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In Illustrator CS5 Essential Training, author Mordy Golding explains the core concepts and techniques that apply to any workflow in Illustrator, whether designing for print, the web, or assets for other applications. This course includes a detailed explanation of the elements that make up vector graphics—paths, strokes, and fills—and shows how to use each of Illustrator's drawing tools. Also demonstrated are techniques for combining and cleaning up paths, organizing paths into groups and layers, text editing, working with color, effects, and much more. Exercise files accompany the course.
One of the most important attributes of vector graphics is precision. In other words, your ability to create artwork to a very specific size or position, to have artwork lineup with each other perfectly, or to create things in scale. For example, the layout of a room or architectural drawings. Illustrator has many tools and functions to help us create perfect graphics, but at the very core of that are rulers and guides. As you can see in my document right now, I have rulers visible. They appear across the top and left of my screen and you can toggle these rulers on and off by pressing Command+ R on Mac or Ctrl+R on Windows.
The rulers in this document are currently set to use inches, but we can really change them to use different measurement systems. You can find that setting inside of your Preferences panel. I will press Command+K or Ctrl+K on Windows to open up my Preferences dialog box and from the popup here I'll switch to Units. The General setting could be set to Inches, Picas, Points, Millimeter, Centimeters or Pixels. But it's important to realize that the setting here is simply the basic generic setting of how measurements are displayed inside of Illustrator. But you can really specify values in any way that you want later on.
For example, even if I am using Inches now, I could type in a value of 3p4, which stands for 3 Picas and 4 Points, and Illustrator will automatically convert that to inches as necessary. But for this document, I am going to set it to Inches and click OK. If you want to change just the rulers itself, you can actually right-click on the ruler and change the settings for that ruler right here as well. But let's take a moment here to focus on the actual rulers inside of the document page. I am going to zoom in just a little bit here and I am actually going to go to reposition this artwork so it comes kind of on the upper left-hand corner of my screen, so that you can see that right now the upper left-hand corner of my page is where my rulers begin from.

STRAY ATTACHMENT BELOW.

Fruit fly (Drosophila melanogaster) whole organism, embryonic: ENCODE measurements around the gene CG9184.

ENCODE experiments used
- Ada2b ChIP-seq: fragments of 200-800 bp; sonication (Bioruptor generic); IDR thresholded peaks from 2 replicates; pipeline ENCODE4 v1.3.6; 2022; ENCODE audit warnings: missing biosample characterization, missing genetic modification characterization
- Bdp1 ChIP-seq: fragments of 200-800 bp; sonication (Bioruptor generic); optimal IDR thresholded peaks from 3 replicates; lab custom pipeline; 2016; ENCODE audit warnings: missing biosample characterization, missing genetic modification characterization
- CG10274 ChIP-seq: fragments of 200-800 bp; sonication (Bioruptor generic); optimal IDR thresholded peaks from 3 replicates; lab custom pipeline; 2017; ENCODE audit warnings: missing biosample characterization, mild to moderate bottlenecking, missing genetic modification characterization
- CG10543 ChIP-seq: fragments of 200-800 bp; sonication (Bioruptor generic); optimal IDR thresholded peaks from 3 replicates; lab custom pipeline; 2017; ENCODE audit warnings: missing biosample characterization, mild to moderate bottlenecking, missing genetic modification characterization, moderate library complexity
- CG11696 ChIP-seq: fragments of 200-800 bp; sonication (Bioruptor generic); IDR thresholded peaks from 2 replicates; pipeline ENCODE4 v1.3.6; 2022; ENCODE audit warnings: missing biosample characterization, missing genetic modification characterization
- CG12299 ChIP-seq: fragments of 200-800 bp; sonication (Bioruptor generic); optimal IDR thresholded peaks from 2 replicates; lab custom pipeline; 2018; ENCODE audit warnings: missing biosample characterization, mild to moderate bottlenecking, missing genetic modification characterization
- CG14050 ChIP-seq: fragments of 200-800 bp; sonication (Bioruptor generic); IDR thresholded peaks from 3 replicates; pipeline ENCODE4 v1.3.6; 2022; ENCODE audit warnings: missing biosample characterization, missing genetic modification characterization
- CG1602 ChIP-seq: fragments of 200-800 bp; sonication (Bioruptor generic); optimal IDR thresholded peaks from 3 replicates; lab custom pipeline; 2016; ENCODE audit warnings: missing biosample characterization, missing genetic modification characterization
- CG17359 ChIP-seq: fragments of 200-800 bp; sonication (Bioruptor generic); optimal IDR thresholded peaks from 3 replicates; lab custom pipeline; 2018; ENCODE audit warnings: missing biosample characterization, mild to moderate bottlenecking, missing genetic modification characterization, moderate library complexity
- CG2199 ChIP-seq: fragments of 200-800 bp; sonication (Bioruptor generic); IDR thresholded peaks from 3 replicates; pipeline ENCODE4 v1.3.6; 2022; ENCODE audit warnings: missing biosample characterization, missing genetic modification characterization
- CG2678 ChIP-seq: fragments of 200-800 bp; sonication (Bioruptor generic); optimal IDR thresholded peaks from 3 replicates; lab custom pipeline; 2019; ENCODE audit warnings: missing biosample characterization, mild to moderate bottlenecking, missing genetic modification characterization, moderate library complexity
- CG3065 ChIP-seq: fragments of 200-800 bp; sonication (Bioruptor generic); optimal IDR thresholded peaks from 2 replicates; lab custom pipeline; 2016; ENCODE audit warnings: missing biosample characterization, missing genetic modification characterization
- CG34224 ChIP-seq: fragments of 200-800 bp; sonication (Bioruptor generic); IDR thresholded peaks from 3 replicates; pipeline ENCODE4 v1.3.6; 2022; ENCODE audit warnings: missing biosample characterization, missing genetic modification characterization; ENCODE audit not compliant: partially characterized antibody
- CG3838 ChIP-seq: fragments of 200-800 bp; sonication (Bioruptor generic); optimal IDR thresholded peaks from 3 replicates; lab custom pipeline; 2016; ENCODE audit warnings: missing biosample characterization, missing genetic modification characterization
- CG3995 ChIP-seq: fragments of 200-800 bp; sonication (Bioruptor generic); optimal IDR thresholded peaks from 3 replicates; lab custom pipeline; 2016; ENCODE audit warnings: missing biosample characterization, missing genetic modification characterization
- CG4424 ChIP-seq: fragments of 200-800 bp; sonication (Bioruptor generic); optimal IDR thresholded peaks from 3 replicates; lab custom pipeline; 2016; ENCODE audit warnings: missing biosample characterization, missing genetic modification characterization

That's where the 0 point of my ruler appears. Wherever the X and Y axis or the 00 point of my ruler meets, we refer to that in Illustrator as my origin point for that artboard. This is actually important and new to Illustrator CS5 because in previous versions, the origin point of an artboard was always in the lower left-hand corner. Now in CS5 Adobe moved to 00 point to be in the upper left-hand corner which really matches other applications, for example, like InDesign. But you'll notice right now that my ruler starts at 0 and just keeps going.
Well right now, this is my active artboard. So Illustrator shows me the rulers for this artboard. Another thing that's new to Illustrator CS5 is that each artboard maintains its own ruler system. Or you can say every artboard has its own origin point. Take a look at this. When I go ahead now and I move to this artboard and I click on any piece of artwork on this artboard, which will now turn this artboard into the active artboard, my ruler now resets itself to 0 at this point. This is valuable because every single object that you create inside of Illustrator is positioned precisely by coordinates.
You can view these coordinates by opening up your Transform panel. I will go to the Window menu and I'll choose to open up Transform and you can see that right now this piece of art has coordinates of X and Y at these values. This little icon here called the reference point proxy allows you to specify which part of the object is identified by those X, Y coordinates. Right now because the upper left-hand corner of this proxy selected, I am seeing the coordinate values of this part of my graphic. If I move back to this artboard though and I click on this flower right here, the coordinates that are represented here are specific to this artboard.